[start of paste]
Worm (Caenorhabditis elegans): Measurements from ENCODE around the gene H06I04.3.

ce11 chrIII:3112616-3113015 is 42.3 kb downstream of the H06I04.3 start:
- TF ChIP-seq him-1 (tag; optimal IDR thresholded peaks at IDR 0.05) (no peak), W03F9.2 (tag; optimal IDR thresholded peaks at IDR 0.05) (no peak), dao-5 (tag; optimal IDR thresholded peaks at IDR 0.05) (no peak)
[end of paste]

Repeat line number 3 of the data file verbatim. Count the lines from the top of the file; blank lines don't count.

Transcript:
- TF ChIP-seq him-1 (tag; optimal IDR thresholded peaks at IDR 0.05) (no peak), W03F9.2 (tag; optimal IDR thresholded peaks at IDR 0.05) (no peak), dao-5 (tag; optimal IDR thresholded peaks at IDR 0.05) (no peak)